The Illinois-based company employs about 25 people, but that number will rise as the company ramps up its operations.
• Nextremity Solutions, a nine-year-old New Jersey company, moved its headquarters to Warsaw two years ago and established a global distribution agreement last year with Zimmer Biomet, giving it broader exposure to their foot and ankle products.
• Owl Manor Veterinary, a veterinary medical device company, specializes in soft-tissue and joint preservation technology for horses and dogs. The company moved to Warsaw with plans to invest $800,000. It is led by several executives with ties to local orthopedic companies.
Four years ago, Micro Machine Co., based in Kalamazoo, Mich., arrived in Warsaw and invested $2.5 million in new equipment in its plant on Corridor Drive.
Andrew Miclot, president and chief executive officer, said the orthopedic supplier grew by 20 percent in 2016.

Mega Merger
For Zimmer Biomet, 2016 was the second full year since the $13 billion acquisition of Biomet.
The company declined to say how many jobs were eliminated, but Zimmer continues to use Biomet’s longtime manufacturing facility along U.S. 30, and the impact seems to have been minimal compared  to many other mergers.
Bishop – a former employee of Zimmer who left years before the merger – said the fallout could have been much worse.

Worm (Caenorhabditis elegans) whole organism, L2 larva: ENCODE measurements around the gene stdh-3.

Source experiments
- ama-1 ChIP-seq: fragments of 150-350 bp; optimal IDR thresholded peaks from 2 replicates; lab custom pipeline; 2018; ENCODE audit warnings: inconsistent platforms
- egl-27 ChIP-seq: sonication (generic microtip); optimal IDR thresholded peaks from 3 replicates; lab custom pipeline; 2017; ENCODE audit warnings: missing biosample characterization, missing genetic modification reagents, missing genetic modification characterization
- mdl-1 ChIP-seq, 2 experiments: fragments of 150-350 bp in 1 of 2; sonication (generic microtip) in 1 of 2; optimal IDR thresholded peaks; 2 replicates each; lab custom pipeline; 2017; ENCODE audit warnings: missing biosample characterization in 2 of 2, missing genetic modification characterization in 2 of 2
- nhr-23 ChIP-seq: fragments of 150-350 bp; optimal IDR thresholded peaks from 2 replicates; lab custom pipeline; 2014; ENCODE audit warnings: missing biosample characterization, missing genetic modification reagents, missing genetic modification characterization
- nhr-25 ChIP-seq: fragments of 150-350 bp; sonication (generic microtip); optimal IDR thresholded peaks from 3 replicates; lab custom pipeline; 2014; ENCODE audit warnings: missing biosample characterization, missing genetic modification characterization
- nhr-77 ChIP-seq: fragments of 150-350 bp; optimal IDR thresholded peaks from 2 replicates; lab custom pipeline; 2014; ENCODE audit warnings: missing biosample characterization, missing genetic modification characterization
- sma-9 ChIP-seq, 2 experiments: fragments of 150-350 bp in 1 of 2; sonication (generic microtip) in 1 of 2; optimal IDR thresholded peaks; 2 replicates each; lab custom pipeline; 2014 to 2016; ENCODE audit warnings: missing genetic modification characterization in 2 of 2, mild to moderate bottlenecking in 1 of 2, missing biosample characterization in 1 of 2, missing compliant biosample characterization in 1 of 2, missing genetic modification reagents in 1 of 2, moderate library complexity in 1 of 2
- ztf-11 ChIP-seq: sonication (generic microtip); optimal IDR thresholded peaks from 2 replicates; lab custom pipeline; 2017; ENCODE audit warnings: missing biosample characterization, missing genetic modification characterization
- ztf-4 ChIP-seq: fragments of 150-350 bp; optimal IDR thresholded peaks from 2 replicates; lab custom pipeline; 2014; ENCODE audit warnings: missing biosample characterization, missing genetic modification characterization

“Of all the things that could have happened, this seems to be pretty favorable,” Bishop said. “From that standpoint, I think it’s gone as well as it can.”
The merger appears to have had an unintended benefit — one that could spur more growth and innovation, according to Nick Deeter, a former Zimmer employee who founded two local orthopedic firms.
Deeter points out that many of Biomet’s top executives were let go in the merger and given large compensation packages in the millions of dollars.
The result has been a “significant amount of talent that’s available and looking for something new and fun to do,” he said.
“That’s a phenomena I’ve never seen in the industry before,” he said.
Meanwhile, company representatives foresee an even brighter future with changes coming out of Washington, D.C.

Legislative Impact
On the campaign trail, Trump advocated for corporate tax reform and regulatory reductions, both of which could benefit the industry directly. The most anticipated change, though, is the killing of the medical device tax, a key part of the floundering Affordable Care Act.
The tax was suspended a year ago, and after paying the tax for three years, industry officials are eager for its demise.
Chris Cerone, vice president of global government affairs for Zimmer Biomet, said last month that the tax has been a drag on innovation and undermines global competitiveness. Ending the tax permanently will give the industry a big boost.
“I think it will unleash a lot of innovation,” he said during a media event when Sen. Joe Donnelly visited Zimmer Biomet to tout the legislation.
“It will give us the certainty and confidence to make longer-term investments,” Cerone said.
Overall, the combination of policy changes represent a “net positive” for the industry, according to Bishop.
“I don’t see significant downside in any of the rhetoric. The proof is in the sausage making, so we’ll have to see how it goes,” he said.